Children are an Heritage

We have returned from our annual Heritage Weekend at the cabin. It’s three days where twenty-six people, including fourteen children, do family bonding things. We launch water bottle rockets into the sky, have a cousin sleep-out in Grandma’s barn, pick pumpkins from Grandpa’s garden, and repeatedly kick the kids off their mobile devices.

September is a glorious time of year for Dutch oven dinners, campfires, hoops in the driveway, toddlers playing trains, and Jack vacuuming up the dead Box Elder bugs.






At our Sunday devotional, we talked about relatives and ancestors who have influenced us. Three of my brothers-in-law told us about men in their lives who made a profound positive impact on them. They said things like,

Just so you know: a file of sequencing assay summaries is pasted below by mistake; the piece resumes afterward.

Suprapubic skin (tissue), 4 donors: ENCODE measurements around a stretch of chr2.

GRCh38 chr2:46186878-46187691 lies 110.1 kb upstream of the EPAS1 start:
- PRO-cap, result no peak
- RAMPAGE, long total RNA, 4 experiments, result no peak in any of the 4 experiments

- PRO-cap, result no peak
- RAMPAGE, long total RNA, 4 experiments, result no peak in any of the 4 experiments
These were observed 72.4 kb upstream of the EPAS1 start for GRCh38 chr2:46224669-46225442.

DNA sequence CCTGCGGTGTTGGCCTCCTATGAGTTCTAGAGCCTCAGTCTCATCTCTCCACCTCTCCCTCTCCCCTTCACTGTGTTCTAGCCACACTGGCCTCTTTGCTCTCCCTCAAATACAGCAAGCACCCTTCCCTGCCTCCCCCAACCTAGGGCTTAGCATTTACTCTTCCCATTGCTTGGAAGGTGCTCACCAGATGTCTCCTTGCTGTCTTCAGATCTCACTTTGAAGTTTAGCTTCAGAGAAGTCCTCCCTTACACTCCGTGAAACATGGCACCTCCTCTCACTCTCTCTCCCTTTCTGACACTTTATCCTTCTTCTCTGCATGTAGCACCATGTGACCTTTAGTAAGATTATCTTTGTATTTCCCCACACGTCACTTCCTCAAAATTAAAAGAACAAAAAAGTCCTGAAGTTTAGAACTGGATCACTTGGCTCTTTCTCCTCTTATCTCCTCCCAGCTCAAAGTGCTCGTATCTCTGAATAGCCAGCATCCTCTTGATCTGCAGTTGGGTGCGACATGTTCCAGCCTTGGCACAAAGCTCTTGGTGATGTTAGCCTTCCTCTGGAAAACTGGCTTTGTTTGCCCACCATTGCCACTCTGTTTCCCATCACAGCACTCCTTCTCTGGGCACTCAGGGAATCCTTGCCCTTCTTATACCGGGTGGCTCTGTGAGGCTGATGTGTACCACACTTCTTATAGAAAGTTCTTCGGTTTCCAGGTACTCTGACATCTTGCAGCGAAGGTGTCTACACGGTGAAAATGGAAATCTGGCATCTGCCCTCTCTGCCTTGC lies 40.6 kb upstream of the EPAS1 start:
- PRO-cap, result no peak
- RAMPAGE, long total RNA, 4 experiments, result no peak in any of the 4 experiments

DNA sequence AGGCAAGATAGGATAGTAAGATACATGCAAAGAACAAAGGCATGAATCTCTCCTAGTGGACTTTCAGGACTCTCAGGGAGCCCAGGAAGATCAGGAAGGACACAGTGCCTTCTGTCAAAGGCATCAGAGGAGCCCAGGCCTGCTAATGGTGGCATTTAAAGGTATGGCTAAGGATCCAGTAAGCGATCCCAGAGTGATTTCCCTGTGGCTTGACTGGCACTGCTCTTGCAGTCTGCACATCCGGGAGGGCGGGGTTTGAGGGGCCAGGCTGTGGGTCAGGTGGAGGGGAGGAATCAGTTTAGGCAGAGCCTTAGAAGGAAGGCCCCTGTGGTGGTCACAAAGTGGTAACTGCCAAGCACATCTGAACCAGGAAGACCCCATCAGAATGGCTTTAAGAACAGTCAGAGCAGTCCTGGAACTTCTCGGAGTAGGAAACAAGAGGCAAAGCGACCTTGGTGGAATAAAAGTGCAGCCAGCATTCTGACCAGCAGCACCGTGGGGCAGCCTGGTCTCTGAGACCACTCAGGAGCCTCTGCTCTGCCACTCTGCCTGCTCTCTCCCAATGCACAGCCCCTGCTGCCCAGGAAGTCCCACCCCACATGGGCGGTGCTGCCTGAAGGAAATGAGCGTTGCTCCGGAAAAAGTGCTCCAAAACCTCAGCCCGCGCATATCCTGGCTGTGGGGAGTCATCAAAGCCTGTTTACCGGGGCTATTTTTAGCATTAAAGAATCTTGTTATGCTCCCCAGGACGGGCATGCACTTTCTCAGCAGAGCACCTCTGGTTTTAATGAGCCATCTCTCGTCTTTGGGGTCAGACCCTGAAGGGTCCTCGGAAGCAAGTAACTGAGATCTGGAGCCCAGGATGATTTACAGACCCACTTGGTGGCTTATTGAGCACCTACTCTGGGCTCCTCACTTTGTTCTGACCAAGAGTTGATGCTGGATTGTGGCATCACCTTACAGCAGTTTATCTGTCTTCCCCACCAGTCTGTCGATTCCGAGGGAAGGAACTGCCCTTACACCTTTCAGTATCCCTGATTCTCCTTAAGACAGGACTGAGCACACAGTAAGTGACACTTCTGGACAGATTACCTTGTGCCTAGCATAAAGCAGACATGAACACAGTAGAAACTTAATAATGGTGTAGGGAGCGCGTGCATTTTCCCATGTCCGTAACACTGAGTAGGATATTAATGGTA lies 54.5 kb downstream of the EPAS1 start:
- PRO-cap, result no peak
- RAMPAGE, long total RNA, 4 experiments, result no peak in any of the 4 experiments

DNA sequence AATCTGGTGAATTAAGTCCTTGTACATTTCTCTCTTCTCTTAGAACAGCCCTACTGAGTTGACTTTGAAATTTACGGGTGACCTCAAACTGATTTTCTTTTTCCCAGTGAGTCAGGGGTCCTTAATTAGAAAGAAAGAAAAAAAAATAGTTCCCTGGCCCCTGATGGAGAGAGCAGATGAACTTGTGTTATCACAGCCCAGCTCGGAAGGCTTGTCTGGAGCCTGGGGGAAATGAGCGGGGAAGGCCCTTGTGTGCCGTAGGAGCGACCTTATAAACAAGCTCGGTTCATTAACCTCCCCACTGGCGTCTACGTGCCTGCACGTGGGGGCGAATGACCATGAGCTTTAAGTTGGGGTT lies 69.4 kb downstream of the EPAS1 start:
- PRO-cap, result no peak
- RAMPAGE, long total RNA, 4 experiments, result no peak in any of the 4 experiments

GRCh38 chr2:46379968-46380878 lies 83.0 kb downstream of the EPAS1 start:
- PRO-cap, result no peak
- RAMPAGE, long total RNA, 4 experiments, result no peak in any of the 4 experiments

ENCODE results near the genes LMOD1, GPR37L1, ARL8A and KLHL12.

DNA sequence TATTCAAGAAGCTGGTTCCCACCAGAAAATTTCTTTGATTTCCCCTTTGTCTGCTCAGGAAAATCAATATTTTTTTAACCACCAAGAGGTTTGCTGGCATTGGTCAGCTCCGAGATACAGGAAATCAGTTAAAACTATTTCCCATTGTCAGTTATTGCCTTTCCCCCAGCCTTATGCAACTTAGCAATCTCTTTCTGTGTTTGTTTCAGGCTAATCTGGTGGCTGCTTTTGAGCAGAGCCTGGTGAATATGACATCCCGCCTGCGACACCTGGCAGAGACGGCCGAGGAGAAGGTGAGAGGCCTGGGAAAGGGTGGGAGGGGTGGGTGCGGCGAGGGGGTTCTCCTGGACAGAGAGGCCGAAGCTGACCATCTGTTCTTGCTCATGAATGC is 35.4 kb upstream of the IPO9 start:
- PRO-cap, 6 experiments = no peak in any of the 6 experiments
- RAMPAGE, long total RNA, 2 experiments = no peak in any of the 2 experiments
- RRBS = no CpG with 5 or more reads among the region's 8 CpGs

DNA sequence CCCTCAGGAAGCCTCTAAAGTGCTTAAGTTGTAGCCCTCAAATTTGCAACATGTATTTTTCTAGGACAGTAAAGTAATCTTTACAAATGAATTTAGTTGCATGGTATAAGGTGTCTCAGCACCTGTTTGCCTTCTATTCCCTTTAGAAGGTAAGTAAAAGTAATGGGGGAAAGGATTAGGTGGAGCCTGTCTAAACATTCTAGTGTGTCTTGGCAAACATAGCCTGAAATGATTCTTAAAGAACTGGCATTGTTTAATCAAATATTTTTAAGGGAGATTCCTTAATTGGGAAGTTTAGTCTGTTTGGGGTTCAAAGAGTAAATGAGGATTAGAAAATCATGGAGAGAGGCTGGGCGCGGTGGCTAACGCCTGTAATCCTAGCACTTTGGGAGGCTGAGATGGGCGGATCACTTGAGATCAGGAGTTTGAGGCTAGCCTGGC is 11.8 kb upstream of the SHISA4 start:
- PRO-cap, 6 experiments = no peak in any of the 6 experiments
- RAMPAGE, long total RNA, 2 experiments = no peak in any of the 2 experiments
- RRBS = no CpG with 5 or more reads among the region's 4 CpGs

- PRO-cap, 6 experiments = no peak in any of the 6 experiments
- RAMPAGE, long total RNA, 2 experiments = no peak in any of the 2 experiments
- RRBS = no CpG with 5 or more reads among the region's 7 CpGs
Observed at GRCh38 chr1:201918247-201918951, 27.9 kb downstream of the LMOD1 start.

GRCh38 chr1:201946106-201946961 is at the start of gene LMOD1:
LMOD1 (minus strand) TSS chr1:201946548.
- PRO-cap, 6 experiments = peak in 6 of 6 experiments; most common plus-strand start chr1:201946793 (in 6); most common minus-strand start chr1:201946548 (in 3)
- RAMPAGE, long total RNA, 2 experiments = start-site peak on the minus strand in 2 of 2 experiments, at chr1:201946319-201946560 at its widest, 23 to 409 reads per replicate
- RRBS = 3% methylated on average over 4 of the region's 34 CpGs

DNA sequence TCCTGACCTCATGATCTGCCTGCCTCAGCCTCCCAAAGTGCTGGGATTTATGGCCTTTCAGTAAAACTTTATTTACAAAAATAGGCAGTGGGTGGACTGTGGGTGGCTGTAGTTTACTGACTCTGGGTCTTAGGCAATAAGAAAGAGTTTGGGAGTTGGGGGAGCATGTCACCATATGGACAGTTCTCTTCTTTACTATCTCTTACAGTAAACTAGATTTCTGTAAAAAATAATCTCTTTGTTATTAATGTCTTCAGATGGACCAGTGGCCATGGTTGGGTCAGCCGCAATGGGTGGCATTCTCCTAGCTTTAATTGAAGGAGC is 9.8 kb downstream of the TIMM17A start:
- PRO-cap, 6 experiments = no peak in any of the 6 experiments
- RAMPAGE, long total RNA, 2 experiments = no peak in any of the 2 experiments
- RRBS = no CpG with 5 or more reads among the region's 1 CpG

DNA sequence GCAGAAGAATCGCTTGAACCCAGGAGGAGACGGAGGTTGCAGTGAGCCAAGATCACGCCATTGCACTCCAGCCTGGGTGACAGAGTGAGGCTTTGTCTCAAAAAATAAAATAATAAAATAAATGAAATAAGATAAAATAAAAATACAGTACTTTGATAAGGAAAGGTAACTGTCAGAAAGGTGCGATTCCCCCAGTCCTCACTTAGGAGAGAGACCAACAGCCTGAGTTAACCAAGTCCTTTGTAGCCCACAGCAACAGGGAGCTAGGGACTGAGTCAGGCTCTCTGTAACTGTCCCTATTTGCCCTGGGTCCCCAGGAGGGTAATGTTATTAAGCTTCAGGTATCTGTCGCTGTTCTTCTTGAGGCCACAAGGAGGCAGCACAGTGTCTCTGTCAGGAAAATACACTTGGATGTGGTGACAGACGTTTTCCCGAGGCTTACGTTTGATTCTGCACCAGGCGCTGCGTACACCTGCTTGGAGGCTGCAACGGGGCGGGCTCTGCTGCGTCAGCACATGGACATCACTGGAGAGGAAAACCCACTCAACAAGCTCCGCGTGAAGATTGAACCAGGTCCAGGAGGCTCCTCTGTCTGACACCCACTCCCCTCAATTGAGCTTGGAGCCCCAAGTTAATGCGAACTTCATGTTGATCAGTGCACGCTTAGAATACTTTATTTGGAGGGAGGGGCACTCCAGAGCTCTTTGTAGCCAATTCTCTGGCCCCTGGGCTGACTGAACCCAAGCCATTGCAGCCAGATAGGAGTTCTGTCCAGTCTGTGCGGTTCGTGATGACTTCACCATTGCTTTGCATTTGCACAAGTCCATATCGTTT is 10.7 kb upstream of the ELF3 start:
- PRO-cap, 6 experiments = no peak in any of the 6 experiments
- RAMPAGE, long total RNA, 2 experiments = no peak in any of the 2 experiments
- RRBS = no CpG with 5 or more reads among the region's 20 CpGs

“My grandpa was the constant in my life. He was there when my unstable parents weren’t. He taught me how to live decently. He taught me how to be a man.”

“My grandpa found small ways to connect with me. He showed interest in things I was interested in. He spent time talking with me. His influence shaped me into the person I am.”

“My dad had his faults, but he loved his family and created traditions of camping and being together outdoors–things we still do. He couldn’t always show that he cared, but he did care and I’m grateful he was my dad.”

We planted a burr oak tree in remembrance of my great-grandpa Lawrence Criddle, a man with big hair and a generous heart, who my dad described as, “the finest man I ever knew.”


Raising up and nurturing a younger generation requires selflessness and character. It gives our lives meaning and purpose.

Like the burr oak, it is something beautiful.

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